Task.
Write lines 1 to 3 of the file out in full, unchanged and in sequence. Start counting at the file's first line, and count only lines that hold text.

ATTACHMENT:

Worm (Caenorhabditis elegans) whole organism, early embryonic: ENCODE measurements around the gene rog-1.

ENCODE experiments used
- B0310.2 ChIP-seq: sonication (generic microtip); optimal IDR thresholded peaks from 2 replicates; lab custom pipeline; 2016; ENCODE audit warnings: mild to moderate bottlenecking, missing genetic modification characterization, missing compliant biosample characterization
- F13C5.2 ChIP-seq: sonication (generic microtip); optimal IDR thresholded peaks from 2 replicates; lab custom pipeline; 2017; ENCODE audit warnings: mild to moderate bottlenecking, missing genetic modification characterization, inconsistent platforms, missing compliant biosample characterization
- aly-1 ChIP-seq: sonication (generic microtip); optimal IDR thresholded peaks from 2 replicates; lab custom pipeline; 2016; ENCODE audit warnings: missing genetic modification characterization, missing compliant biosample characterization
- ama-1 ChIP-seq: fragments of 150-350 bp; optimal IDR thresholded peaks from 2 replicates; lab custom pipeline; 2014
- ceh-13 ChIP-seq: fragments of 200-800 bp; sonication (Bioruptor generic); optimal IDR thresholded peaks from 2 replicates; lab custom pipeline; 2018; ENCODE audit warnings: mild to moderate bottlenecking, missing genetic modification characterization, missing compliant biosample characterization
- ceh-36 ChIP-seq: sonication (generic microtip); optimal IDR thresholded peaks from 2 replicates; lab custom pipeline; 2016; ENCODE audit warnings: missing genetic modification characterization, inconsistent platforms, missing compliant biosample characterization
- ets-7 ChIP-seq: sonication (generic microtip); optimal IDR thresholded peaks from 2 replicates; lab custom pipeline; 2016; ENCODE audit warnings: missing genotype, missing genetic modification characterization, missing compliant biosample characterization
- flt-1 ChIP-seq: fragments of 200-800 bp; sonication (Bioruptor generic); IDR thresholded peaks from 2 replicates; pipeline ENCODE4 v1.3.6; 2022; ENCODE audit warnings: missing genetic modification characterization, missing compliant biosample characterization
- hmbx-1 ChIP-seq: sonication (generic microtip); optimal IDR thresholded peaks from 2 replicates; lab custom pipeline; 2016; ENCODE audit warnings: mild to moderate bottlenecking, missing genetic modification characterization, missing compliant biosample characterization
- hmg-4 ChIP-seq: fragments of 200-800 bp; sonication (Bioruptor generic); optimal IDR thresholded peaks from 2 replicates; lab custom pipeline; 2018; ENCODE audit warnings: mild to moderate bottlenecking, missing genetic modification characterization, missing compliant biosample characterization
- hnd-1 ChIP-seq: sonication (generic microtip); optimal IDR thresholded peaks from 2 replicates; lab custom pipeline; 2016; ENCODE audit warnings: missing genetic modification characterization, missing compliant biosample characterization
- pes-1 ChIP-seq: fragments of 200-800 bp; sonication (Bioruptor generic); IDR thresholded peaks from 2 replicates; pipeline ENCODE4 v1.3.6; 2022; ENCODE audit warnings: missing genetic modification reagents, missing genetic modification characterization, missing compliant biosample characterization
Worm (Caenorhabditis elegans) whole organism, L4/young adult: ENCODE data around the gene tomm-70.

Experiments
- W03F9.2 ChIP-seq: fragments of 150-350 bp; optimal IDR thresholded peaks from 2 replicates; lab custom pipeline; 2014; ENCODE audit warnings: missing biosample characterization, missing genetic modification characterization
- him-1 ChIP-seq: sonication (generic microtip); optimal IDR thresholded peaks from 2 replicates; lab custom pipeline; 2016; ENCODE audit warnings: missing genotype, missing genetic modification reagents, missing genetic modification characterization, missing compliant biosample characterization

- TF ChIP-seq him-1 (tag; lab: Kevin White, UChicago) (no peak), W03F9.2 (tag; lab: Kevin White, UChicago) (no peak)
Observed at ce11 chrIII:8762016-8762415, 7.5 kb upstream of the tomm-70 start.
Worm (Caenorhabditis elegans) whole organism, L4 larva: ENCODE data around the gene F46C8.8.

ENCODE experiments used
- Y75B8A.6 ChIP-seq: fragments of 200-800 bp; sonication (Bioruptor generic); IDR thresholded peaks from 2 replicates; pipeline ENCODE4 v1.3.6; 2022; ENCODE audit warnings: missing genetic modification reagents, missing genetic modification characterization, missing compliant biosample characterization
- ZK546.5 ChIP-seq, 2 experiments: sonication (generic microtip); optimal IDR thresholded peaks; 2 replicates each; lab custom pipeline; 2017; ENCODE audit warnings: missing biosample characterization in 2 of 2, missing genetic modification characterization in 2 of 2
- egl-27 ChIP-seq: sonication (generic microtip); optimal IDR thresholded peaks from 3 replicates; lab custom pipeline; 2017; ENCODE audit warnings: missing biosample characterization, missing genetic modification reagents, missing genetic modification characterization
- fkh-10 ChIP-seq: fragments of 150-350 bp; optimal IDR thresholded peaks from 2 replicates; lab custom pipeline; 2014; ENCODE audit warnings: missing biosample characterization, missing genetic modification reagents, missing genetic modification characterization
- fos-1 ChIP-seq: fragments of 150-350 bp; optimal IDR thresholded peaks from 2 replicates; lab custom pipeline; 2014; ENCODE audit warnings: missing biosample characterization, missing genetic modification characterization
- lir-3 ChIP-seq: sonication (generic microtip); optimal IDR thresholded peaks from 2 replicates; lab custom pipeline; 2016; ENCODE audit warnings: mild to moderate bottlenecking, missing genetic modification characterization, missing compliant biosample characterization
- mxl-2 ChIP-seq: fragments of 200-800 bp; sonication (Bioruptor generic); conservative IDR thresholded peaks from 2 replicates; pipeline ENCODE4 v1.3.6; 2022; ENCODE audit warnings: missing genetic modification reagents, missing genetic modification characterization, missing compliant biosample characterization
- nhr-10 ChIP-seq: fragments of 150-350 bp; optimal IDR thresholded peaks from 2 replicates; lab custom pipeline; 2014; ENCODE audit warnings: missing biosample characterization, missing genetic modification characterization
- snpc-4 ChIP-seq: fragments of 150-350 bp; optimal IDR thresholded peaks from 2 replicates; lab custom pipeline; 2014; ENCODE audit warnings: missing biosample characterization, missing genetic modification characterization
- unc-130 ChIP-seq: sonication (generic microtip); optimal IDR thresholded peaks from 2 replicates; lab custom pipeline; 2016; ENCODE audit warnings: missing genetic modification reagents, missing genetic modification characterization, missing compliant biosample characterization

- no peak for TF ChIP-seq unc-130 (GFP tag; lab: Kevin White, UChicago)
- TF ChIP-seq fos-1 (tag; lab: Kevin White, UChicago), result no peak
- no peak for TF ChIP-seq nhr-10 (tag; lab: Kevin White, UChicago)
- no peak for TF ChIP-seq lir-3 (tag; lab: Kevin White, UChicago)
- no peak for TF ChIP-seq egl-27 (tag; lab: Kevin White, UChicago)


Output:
Worm (Caenorhabditis elegans) whole organism, early embryonic: ENCODE measurements around the gene rog-1.

ENCODE experiments used
- B0310.2 ChIP-seq: sonication (generic microtip); optimal IDR thresholded peaks from 2 replicates; lab custom pipeline; 2016; ENCODE audit warnings: mild to moderate bottlenecking, missing genetic modification characterization, missing compliant biosample characterization